Gear Fit: Samsung strikes again with its 'build one of any device' plan

Stylish, real-time OS-based Fit smart wristband was unveiled at MWC along with two Tizen-based Gear smartwatches and the Galaxy S5 smartphone

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For sheer styling, the Fit easily won the greatest number of 'oohs and ahhs' from attendees at MWC, as well as the "Best in Show" award among all mobile devices displayed. "It is absolutely stylish and the kind of design that widens the audience beyond geeks and early adopters," Milanesi said.

Gear Fit should cost no more than $100 to cater to a general fitness audience, though even $200 would make it competitive with FitBit and Nike smart bands, Moorhead pointed out. Unlike most of its competitors, Gear Fit has a color display, but it trades off that feature and the heart rate monitor for a for a relatively short battery life -- three to four days.

Without a carrier subsidy, the Gear Fit would cost up to $300. It also requires a smartphone, which can run $600 or more unlocked, Moorhead noted.

Jack Gold, an analyst at J. Gold Associates, said that Samsung and other smart fitness band makers need to drop the price below $49, or even close to $25, to "really pick up speed."

Samsung built its two new smartwatches (the Gear 2 and Gear 2 Neo) on the lightweight and adaptable HTML5-based Tizen OS. Android runs the original Gear device.

The Gear Fit will use even simpler software, an unspecified real-time operating system (RTOS) that requires less memory and a less powerful processor than the Gear 2 watches. The updated tech would improve battery live.

Samsung did release an SDK (software developer kit) to allow Android Apps to interact with Gear Fit, which could help overcome a major drawback of many wearables -- too few apps.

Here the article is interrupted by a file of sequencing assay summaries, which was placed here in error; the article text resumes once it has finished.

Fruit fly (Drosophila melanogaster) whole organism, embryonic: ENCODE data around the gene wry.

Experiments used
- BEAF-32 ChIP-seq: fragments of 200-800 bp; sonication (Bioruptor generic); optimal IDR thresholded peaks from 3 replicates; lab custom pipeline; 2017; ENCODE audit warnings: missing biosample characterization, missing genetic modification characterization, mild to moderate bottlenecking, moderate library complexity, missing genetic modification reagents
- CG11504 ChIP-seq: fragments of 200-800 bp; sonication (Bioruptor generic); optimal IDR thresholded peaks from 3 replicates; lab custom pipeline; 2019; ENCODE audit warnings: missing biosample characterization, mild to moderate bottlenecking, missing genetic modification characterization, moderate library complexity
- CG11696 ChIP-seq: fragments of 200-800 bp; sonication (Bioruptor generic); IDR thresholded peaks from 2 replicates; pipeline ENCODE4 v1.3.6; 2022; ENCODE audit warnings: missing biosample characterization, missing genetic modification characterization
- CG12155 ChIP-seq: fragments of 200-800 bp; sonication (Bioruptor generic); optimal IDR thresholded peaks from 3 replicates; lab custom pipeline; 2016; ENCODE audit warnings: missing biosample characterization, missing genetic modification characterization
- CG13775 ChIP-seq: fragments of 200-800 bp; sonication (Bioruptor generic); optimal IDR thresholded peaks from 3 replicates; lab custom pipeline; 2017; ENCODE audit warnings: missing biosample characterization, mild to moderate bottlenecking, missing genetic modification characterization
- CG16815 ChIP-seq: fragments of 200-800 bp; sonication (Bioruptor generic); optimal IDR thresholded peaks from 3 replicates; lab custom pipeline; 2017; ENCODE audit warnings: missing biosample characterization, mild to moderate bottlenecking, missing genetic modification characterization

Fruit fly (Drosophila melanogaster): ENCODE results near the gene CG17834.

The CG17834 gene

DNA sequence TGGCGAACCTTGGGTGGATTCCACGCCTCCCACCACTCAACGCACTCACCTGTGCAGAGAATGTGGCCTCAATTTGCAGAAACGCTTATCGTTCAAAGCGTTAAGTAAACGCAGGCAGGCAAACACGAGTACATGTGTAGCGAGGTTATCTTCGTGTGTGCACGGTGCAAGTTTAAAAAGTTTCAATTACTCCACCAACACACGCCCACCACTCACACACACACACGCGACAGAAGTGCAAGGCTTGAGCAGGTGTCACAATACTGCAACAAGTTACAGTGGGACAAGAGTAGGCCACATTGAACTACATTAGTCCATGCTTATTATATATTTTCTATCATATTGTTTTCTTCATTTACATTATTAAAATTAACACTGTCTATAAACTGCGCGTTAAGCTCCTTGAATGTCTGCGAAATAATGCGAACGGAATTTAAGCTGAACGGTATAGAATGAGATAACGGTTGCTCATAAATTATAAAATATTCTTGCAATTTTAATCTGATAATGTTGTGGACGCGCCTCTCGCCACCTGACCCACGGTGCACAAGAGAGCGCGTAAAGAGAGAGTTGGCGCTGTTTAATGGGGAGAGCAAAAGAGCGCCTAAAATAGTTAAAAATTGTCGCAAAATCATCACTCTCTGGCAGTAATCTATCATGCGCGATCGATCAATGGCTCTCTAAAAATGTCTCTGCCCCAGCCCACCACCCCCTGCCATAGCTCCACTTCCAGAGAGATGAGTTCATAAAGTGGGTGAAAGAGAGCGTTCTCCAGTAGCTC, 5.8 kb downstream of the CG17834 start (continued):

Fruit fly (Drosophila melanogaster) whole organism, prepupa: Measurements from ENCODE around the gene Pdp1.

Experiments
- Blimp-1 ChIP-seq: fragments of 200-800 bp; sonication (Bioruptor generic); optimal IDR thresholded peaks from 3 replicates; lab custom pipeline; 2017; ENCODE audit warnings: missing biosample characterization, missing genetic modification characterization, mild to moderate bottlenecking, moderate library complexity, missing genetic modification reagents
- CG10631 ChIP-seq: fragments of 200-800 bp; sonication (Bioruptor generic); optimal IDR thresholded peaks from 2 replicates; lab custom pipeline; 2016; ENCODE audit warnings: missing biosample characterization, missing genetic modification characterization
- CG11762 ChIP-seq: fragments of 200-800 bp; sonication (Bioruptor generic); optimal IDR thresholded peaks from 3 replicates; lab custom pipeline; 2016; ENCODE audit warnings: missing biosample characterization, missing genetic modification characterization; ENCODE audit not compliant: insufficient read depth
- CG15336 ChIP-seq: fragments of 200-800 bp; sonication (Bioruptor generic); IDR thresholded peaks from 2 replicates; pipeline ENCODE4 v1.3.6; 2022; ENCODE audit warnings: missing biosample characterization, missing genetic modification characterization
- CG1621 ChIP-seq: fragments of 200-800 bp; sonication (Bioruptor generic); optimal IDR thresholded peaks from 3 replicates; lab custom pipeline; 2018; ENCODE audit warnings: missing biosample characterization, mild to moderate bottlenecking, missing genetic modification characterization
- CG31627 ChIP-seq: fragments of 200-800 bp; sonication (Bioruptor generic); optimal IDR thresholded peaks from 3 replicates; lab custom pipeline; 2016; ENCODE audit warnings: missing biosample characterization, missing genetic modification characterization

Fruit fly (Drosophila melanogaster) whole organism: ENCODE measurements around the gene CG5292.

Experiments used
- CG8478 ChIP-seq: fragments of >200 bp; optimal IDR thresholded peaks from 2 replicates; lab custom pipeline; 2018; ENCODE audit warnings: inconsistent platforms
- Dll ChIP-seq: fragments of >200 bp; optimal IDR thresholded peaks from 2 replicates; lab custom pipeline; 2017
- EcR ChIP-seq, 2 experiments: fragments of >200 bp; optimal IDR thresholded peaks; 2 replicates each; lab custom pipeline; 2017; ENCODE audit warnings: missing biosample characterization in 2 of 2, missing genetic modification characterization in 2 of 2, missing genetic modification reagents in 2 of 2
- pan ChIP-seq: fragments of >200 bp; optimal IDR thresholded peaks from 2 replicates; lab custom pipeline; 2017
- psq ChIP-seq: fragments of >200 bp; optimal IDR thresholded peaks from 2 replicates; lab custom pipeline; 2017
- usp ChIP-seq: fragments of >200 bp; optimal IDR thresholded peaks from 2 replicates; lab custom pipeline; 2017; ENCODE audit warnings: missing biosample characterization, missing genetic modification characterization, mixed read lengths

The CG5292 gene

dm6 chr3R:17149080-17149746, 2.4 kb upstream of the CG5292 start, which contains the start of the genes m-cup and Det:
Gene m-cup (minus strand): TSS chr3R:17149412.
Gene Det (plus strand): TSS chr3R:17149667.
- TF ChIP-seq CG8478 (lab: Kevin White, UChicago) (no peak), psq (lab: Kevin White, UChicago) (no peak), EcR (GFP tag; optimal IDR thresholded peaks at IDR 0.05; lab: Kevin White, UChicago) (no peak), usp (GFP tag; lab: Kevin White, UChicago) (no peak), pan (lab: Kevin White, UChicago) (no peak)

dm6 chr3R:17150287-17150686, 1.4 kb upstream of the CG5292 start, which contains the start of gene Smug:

"A real-time OS is the only way to go for a device with a tiny battery, but there are no common standards for RTOS's across device makers. That's a limiting factor for the Gear Fit because of the splitting of developers' time" to work on multiple OS's, Moorhead added.

Gold said it isn't clear whether the Samsung RTOS is proprietary, but noted that the QNX OS from BlackBerry is widely used as an embedded RTOS in cars and other devices.

While Samsung's new smartwatches and the Gear Fit might seem purely for consumers and fitness buffs, Samsung officials said wearables are getting plenty of attention from business users.

The potential business users include doctors and nurses who want to quickly check on an alert about a patient instead of digging in a pocket or purse for a smartphone, and stockbrokers looking for faster access to notifications of suddent changes in a stock's price.

Matt Hamblen covers mobile and wireless, smartphones and other handhelds, and wireless networking for Computerworld. Follow Matt on Twitter at @matthamblen, or subscribe to Matt's RSS feed . His email address is mhamblen@computerworld.com.

mhamblen@computerworld.com.

Copyright © 2014 IDG Communications, Inc.

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